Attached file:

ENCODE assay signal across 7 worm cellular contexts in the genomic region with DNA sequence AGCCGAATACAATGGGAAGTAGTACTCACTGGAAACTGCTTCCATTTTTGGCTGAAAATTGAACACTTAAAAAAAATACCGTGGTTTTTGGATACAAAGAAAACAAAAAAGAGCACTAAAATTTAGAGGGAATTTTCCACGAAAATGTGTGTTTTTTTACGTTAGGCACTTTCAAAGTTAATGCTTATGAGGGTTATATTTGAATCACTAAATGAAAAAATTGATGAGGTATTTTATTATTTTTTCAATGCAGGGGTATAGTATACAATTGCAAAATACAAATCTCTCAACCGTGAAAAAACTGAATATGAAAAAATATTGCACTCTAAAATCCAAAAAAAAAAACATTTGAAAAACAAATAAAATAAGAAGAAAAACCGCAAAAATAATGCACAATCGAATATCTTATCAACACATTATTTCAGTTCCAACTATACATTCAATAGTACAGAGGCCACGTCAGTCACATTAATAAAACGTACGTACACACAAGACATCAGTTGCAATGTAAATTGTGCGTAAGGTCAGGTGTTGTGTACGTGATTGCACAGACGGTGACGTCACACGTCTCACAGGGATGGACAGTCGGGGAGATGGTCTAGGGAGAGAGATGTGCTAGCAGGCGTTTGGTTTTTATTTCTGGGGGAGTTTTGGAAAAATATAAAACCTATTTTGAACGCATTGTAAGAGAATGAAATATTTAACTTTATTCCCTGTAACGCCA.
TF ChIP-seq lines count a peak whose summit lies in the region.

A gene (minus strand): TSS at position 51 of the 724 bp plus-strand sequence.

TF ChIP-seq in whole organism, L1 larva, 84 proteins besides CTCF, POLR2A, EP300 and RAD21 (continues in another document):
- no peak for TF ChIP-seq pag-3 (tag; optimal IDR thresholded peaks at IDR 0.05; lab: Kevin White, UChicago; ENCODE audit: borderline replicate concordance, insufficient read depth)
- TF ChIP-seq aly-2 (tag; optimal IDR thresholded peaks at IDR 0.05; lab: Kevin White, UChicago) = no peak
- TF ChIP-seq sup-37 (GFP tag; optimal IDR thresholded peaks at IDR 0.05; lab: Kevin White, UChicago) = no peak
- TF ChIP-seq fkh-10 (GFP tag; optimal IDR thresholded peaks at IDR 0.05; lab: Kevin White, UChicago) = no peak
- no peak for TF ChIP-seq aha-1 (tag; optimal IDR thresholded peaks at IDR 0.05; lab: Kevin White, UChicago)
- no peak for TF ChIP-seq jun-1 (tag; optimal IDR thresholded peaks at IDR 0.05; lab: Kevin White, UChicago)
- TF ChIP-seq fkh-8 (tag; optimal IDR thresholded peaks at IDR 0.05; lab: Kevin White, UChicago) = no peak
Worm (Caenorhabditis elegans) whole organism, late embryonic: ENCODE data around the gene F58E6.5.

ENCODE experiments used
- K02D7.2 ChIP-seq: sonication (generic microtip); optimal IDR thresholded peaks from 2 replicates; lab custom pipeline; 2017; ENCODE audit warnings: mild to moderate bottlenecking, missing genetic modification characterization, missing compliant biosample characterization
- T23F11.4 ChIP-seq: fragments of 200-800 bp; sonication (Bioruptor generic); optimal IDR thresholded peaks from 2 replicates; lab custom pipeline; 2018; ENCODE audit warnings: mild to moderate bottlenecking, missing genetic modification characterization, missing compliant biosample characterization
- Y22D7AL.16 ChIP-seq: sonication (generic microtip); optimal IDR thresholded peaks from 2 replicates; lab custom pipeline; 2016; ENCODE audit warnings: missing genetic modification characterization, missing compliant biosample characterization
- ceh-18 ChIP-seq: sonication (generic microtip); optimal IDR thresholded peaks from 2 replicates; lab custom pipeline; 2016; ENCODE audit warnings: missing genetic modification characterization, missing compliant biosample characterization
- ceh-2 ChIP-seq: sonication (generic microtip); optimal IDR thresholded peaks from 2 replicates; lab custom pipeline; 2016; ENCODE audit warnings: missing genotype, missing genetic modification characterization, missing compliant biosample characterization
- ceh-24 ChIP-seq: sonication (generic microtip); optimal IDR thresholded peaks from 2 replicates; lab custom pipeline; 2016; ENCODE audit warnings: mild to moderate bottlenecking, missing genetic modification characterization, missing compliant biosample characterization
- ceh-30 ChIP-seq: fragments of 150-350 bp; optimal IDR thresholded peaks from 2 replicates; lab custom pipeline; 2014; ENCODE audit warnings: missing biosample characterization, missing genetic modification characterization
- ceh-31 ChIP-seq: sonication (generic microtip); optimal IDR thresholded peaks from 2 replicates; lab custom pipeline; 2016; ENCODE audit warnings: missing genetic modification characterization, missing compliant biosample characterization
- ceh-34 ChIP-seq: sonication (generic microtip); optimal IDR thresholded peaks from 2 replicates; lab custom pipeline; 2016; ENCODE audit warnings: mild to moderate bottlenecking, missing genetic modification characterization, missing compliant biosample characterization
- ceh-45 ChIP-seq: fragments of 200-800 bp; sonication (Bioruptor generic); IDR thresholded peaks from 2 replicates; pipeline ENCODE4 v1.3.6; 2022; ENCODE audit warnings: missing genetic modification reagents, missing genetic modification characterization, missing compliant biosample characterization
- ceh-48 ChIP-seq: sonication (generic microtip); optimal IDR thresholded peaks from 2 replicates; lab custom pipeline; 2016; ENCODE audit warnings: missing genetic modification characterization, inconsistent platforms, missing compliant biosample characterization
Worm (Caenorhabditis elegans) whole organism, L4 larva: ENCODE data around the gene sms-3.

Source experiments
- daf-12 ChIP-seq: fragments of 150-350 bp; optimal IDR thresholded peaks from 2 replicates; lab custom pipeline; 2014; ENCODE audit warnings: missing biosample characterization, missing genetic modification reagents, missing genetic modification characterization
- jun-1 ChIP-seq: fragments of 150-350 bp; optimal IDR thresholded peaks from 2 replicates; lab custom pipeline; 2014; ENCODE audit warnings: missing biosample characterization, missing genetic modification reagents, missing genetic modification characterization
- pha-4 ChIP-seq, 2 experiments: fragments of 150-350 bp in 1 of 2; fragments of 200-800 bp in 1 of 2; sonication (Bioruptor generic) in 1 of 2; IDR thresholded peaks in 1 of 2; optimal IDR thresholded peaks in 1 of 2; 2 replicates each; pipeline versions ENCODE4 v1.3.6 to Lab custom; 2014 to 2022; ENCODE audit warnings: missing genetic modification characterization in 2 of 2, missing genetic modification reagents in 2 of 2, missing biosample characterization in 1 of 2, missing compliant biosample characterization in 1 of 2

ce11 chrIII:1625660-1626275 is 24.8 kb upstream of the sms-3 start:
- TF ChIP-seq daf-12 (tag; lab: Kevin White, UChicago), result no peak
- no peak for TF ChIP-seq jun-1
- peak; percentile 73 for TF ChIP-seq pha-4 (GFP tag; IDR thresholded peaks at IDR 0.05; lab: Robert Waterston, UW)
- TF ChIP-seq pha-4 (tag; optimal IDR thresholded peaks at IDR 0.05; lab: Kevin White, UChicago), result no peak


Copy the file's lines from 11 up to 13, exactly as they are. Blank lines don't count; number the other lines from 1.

- TF ChIP-seq fkh-8 (tag; optimal IDR thresholded peaks at IDR 0.05; lab: Kevin White, UChicago) = no peak
Worm (Caenorhabditis elegans) whole organism, late embryonic: ENCODE data around the gene F58E6.5.

ENCODE experiments used